Vigilante activity was not the only element to experience a revival. Other stakeholders in the perpetuation of apartheid power were also galvanised into action as the day of reckoning became a reality that was drawing close. Most visible were the governments and administrations of the 'self-governing' homelands and the 'independent' homelands, now faced with the issue of how to realign themselves within an imminent democratic South Africa of a unitary nature. The greatest resistance to this prospect came from Bophuthatswana under the leadership of Lucas Mangope. He moved quickly to prohibit all activity related to election campaigning on the basis that Bophuthatswana was an independent country and its citizens could not participate in the elections of another country. All election meetings, voter education workshops and general campaigning were prohibited. When they did occur, police moved in to break up such gatherings, confiscated and destroyed election material, detained and arrested large numbers of people and pressed charges in court. Attempts by the ANC and church groups to 'enter' Bophuthatswana for the purpose of promoting free political activity were forcibly blocked, as was a proposed visit by Nelson Mandela. A ban was placed on any South African trade union from operating in Bophuthatswana. Human Rights Day (10 December) celebrations were banned and student unrest was severely dealt with and the university closed for a period.

From July 1993 to February 1994 the message was clear-the elections have nothing to do with Bophuthatswana and Bophuthatswana is not about to relinquish its sovereignty. However, this was not a message which was acceptable to the vast majority of the inhabitants of Bophuthatswana who were not to be denied their South African birthright nor their right to participate in their own liberation. During March, 1 month ahead of the election, a popular uprising in the face of extensive but crumbling security force action, succeeded in overthrowing the Mangope regime; this in spite of the intervention of white right wing 'commandos' whose only identity of interest was to thwart democratic elections. This mission impossible by Mangope and his right wing allies resulted in the loss of close on 50 lives with 150 injured.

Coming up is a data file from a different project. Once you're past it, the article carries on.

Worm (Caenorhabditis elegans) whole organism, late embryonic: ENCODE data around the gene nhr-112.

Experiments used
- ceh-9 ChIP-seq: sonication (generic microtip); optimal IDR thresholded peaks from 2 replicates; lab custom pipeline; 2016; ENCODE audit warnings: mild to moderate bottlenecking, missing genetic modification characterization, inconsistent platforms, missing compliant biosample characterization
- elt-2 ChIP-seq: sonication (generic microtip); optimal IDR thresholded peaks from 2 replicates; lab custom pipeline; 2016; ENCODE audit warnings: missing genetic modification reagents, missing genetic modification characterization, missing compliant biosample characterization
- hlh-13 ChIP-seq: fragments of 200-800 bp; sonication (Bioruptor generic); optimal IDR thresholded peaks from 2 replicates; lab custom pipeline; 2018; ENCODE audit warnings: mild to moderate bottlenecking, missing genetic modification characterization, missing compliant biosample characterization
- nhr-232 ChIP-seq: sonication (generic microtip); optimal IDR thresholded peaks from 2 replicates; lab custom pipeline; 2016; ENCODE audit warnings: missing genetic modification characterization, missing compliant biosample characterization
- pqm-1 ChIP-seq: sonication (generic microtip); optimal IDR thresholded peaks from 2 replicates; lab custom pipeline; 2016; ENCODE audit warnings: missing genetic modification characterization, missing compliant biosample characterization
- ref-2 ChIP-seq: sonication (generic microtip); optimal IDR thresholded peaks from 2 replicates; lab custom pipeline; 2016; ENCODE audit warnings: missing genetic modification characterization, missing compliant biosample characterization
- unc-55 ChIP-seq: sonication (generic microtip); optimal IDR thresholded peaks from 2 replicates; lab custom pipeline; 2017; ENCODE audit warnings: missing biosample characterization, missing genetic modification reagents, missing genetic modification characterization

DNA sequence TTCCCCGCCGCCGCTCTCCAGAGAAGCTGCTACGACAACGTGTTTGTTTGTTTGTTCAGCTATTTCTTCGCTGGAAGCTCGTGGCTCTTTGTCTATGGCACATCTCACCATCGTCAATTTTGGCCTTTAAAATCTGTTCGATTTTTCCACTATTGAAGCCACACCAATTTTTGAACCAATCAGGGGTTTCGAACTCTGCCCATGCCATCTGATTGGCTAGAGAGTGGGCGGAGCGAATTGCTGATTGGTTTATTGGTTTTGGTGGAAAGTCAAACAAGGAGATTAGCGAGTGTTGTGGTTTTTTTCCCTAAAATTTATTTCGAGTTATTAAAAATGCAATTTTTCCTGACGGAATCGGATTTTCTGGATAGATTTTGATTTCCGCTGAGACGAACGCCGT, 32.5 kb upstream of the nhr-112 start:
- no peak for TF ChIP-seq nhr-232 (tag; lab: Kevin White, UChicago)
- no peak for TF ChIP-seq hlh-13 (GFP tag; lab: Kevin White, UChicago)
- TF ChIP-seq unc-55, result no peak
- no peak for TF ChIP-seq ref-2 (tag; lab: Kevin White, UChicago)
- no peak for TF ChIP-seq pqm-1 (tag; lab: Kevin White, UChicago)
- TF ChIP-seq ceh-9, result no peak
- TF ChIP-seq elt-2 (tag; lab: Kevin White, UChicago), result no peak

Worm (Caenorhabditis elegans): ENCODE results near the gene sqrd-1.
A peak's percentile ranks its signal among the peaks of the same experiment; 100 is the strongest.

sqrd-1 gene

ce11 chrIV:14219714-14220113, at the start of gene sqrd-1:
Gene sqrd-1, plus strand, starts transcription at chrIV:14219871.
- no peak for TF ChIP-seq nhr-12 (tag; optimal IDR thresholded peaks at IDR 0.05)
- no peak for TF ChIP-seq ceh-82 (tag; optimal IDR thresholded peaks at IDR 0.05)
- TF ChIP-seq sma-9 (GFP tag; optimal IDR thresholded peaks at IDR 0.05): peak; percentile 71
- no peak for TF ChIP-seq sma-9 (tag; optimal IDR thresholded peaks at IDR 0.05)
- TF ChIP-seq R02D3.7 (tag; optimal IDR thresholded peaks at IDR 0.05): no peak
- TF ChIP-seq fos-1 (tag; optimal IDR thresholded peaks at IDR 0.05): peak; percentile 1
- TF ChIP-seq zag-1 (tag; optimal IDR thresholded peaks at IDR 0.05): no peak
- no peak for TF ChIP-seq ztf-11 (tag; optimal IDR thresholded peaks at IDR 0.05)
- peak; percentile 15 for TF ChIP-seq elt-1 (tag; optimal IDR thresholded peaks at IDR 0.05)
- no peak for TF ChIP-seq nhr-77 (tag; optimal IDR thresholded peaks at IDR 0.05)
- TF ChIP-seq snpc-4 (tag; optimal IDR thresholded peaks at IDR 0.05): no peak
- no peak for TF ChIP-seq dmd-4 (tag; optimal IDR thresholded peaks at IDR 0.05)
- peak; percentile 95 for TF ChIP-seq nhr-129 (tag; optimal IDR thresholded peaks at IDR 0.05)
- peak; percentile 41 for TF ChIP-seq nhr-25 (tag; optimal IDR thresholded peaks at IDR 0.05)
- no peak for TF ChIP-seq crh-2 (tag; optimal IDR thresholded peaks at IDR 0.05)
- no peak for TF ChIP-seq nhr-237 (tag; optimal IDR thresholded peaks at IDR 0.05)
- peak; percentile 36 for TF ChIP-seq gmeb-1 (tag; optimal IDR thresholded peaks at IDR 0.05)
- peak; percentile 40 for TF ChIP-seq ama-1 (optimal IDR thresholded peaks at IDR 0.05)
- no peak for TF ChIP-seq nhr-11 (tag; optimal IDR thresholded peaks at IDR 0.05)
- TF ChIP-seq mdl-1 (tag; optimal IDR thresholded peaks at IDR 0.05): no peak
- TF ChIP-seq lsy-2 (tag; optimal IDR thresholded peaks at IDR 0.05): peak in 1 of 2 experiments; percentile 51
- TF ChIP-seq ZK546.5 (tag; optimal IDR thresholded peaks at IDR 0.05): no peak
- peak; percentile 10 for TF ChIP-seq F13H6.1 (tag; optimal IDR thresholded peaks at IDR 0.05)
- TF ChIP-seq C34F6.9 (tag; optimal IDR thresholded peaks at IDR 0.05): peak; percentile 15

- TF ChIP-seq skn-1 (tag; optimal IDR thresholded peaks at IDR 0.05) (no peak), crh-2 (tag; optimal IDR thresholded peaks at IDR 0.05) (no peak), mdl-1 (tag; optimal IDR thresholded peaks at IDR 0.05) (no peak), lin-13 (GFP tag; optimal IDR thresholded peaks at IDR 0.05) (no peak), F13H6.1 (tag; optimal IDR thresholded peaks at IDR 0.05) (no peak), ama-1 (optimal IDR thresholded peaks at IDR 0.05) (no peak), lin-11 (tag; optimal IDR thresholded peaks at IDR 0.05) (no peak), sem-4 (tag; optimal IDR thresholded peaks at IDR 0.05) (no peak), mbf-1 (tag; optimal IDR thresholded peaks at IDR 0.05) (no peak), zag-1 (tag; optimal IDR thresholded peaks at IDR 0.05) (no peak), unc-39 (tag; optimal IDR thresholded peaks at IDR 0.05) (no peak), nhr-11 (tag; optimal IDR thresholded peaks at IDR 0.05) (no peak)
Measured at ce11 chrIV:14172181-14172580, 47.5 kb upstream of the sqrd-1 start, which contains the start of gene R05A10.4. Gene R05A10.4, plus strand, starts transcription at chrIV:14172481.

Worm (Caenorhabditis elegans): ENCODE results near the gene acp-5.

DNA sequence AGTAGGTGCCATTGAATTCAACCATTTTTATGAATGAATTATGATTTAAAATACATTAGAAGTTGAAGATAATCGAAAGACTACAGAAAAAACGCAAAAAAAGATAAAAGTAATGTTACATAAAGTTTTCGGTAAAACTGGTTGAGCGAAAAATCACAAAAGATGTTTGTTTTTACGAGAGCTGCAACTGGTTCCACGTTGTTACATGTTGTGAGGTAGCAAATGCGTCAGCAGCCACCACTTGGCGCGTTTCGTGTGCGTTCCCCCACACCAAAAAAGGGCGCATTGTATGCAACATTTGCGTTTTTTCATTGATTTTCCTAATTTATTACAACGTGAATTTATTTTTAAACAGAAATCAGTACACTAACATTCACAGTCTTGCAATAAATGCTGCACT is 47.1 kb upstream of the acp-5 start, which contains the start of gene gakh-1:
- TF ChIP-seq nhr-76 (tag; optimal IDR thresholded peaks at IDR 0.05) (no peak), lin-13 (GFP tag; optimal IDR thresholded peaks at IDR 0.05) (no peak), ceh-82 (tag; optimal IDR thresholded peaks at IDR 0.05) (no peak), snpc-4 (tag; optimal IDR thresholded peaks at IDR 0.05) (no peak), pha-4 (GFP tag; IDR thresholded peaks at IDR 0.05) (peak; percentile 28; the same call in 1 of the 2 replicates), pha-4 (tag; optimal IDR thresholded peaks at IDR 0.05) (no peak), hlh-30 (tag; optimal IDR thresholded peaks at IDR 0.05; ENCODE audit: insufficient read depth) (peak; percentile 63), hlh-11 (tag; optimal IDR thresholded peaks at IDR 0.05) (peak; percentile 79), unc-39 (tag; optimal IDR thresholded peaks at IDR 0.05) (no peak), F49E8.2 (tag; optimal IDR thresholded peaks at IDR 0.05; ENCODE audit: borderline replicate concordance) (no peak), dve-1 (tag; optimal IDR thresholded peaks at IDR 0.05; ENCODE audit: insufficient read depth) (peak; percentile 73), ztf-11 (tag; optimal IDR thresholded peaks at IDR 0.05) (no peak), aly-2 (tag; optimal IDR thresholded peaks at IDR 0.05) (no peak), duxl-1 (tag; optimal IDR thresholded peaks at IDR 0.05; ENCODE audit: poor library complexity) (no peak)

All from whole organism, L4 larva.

Another apartheid power stakeholder that came to the fore during this period was the white right wing itself. During the year prior to the announcement of the election date, right wing activity had been relatively subdued, being responsible for 10 deaths in 82 incidents, although several incidents were of a serious nature. From January 1994 onwards it became very apparent that the AWB was adopting terror tactics with the express purpose of obstructing the election campaign. The tactics involved the use of commercial explosives to bomb targets such as ANC offices, polling stations, taxi ranks and civilian high traffic areas. During the 4 months of January to April 1994, the HRC recorded 80 such bomb attacks of which close on half occurred in the last couple of weeks prior to the election date. Several of these were massive bombs and the murderous intent is evident from the fact that 2 bombs placed in the last week caused the random deaths of 19 people in high movement public areas. For the total 10-month period, the right wing caused the deaths of 48 people and the injury of 279 more in 172 incidents which included 85 bombings.

By the time election day arrived, the human cost of taking the process from the start of negotiations in mid 1990 to the actual elections to install a democratic government, a period of just under 4 years, was 14 000 dead and 22 000 injured. These are the terms in which the strategy of destabilization must be judged.